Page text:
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Bring It or Keep It? – Mx0

Hello readers, faithful and otherwise. This is "Bring It or Keep It?" the series in which we take a look at a comic from beyond our borders and decide whether it should embrace multi-culturalism or stay a creepy xenophobe. Up for judgment this time is Mx0, a series that ran in "Weekly Shonen Jump" from 2006 to 2008. That's right all, this is the first series I'm looking at that is not brand new. There's been plenty of time for publishers to bring this title to our shores, but it seems there are no plans to do so. Have we been wrongfully deprived of a winning series or have the publishing powers that be made the right call in keeping this one away?

Mx0 is the product of manga artist and author, Yasuhiro Kano. Kano has published several manga series over the years, but the problem is that this rarely seems by design. For whatever reason, despite there being no shortage of work for the author, Kano has yet to achieve a hit the likes of many "Weekly Shonen Jump" authors. Typically, the series tend to get low ratings among readers and are canceled prematurely, forcing Kano to come up with a series that diverts enough from the previous to be a hit. The only series to get a distribution in the U.S. was Pretty Face, the series that preceded Mx0 and began in 2002 in Japan before being canceled in 2003. However, in my mind, Mx0 is far more marketable to a Western audience than Pretty Face.

With Mx0, we have a shonen series that focuses on romance and comedy, but with a difference: magic. Taiga Kuzumi is a freshman high school student who fails to get into his preferred Seinagi High, but through a series of misunderstandings, finds himself on school grounds and privy to its secrets. It turns out that the students of Seinagi High are taught in the ways of magic. Each Mx0 #1student is given a "magic plate," basically a card, named after a type of metal, that allows them to use magic. Students can choose whatever spells they like to program into their plates, with the number of spells and the number of uses being determined by the quality of the plate. Only problem is, Kuzumi is an idiot.

When Kuzumi first shows up at Seinagi, uninvited and unaware that magic is real, he ends up stealing the gold plate of one of the teachers and is seen running around using it by many of the students. No students have gold plates. Only professors. Since they can't kick the kid out with what he knows, they have to make him a student. He showed up late, so they are unable to make a plate for him and since the whole school saw him with a gold plate, the staff would look like idiots if it got out what actually happened. The setup is all very convenient. In the end it means that Kuzumi gets to be the only student at magic school who can't do magic, but has to pretend that he is super badass at magic. He is given a plate called Mx0 that can't cast any spells of its own, but can negate the magic of others. They paint it gold, tell him to fake it until he can get a real plate, and we have our plot. Also, dude has a crush on the teacher's daughter.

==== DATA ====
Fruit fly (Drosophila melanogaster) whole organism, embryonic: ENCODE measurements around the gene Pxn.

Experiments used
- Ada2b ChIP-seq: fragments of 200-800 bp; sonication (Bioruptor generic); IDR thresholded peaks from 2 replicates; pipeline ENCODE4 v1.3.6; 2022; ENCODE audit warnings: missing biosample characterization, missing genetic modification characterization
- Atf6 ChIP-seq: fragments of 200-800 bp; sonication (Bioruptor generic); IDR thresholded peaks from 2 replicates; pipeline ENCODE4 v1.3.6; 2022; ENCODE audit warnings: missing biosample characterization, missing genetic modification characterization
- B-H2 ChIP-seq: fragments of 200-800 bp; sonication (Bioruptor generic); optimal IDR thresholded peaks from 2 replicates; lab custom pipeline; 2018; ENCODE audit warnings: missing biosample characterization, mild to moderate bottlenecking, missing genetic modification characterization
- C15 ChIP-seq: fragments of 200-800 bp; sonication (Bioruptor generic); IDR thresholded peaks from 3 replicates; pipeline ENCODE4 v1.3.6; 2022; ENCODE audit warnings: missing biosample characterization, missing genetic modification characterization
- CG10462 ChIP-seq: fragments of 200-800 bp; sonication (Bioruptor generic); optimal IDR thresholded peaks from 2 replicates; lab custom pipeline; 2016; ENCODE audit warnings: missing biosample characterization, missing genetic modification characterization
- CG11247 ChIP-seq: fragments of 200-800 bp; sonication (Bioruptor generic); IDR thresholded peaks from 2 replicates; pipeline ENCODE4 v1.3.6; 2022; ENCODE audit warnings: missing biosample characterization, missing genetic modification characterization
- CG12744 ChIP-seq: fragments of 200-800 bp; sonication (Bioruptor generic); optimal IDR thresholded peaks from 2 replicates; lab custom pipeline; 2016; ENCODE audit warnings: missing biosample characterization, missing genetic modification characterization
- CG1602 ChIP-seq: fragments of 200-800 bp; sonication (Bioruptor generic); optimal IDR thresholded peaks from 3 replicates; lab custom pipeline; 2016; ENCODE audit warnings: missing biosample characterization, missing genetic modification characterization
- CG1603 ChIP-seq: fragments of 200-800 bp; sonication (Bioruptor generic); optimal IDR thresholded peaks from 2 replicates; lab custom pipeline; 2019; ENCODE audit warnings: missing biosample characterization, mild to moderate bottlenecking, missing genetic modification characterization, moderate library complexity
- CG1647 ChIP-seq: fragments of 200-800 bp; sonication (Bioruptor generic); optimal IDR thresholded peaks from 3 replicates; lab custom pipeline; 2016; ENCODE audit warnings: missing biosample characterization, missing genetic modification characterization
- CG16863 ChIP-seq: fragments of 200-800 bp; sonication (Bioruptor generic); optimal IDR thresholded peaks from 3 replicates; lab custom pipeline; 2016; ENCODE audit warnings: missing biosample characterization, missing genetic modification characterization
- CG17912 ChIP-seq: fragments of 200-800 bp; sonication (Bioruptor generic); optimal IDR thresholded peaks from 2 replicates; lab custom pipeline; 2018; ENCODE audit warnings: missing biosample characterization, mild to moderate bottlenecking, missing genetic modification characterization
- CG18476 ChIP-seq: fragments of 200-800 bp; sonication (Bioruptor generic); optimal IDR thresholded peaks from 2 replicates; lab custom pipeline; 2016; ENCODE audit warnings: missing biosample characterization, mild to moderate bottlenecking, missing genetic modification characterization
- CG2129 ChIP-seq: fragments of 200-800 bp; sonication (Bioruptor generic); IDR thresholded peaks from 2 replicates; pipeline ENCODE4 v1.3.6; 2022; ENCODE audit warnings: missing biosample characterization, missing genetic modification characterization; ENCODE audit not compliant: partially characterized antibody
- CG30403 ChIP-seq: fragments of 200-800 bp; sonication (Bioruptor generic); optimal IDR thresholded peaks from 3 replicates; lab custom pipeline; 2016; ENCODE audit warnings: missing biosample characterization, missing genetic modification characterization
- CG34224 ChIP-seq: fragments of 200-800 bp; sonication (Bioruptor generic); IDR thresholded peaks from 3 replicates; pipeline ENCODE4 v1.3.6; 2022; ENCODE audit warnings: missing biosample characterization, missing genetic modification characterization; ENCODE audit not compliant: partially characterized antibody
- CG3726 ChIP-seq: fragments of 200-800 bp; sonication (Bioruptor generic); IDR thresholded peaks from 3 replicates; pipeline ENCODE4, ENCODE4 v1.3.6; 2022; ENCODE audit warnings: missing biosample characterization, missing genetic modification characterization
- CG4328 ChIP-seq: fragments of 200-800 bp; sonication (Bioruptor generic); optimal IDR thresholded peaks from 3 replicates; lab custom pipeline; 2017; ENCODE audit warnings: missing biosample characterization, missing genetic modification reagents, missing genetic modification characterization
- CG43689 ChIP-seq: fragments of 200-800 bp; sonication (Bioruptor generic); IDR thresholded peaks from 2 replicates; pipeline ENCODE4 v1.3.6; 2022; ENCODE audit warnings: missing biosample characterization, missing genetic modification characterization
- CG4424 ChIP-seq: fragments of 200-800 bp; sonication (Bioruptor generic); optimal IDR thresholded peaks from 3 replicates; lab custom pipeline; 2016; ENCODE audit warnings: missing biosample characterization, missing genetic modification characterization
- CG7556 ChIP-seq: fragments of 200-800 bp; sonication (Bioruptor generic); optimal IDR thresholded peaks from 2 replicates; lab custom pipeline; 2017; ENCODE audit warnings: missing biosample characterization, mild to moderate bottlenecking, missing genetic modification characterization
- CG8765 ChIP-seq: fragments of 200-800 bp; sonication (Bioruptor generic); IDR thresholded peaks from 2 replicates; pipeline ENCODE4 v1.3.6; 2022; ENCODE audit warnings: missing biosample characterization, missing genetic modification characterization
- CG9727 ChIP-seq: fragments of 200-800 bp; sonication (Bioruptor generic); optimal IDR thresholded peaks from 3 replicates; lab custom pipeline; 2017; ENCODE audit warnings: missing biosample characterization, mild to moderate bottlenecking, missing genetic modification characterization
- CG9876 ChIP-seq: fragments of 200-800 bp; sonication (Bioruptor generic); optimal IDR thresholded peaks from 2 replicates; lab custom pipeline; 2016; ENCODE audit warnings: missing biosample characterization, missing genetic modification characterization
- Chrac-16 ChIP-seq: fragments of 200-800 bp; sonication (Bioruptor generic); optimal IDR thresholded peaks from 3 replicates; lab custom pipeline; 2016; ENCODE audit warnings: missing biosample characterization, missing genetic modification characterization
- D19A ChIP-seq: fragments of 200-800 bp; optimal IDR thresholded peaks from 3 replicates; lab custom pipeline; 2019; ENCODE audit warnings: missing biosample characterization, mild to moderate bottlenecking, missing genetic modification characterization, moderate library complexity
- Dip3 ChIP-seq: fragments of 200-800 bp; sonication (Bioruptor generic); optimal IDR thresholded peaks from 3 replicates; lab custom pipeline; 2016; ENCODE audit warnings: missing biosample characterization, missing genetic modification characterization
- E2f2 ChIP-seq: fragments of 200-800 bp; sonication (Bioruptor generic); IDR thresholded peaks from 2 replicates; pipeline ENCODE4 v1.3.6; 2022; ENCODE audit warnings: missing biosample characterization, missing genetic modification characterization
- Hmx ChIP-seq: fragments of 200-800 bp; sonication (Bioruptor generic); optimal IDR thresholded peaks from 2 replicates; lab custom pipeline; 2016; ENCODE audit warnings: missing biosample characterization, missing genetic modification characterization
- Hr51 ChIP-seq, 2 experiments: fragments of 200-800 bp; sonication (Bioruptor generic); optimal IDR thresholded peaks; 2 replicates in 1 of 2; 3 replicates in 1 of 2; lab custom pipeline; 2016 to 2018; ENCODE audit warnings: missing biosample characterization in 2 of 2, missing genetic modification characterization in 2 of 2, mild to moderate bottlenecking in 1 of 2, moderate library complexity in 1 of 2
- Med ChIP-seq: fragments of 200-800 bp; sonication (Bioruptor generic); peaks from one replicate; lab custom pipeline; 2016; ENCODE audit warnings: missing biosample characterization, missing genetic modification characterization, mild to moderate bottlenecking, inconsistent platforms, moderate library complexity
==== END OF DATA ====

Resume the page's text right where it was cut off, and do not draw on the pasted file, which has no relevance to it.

As I said, the plot is all very convenient, but Mx0 never claims to be deep. Most stories are composed of a series of elaborate misunderstandings, Three's Company style. This ends up being mostly very silly, but also mostly very fun. Luckily, Kuzumi is physically pretty tough, after years of getting owned by his big sister, because he is forced to constantly exert himself so that his friends and enemies won't find out what is really going on. These scenarios provide one half of the fun, while the rest comes from the actual magic conducted by the characters. They have a spell for just about everything, from using your voice like a sonic boom to making a giant claw from an arcade crane machine, to filtering all of your negative emotions into your stocking hat. Basically, the school stuff was fun, though predictable, and the magic was, on the whole, pretty creative. Combine that with likeable characters and decent art and you have what I consider to be a winner.

That said, we are probably never going to see a legitimate Western release for Mx0, based simply on the fact that it would have already happened. In a market in which the rights to a series are sold at the drop of a popular hat, a series that was canceled back in 2008 does not stand much of a chance. I honestly do think that the series would do much better in a Western market than Pretty Face, but the sad truth may very well be that Pretty Face did not even sell enough copies to make Mx0 worth the risk. Unfortunately, anything I say is just going to be supposition, but on the off chance that no one published it in the West because Player Affinity never asked, let me set the record straight now. Please give Mx0 a legitimate Western release. It deserves it more than most.

Verdict: Bring it (Please!)


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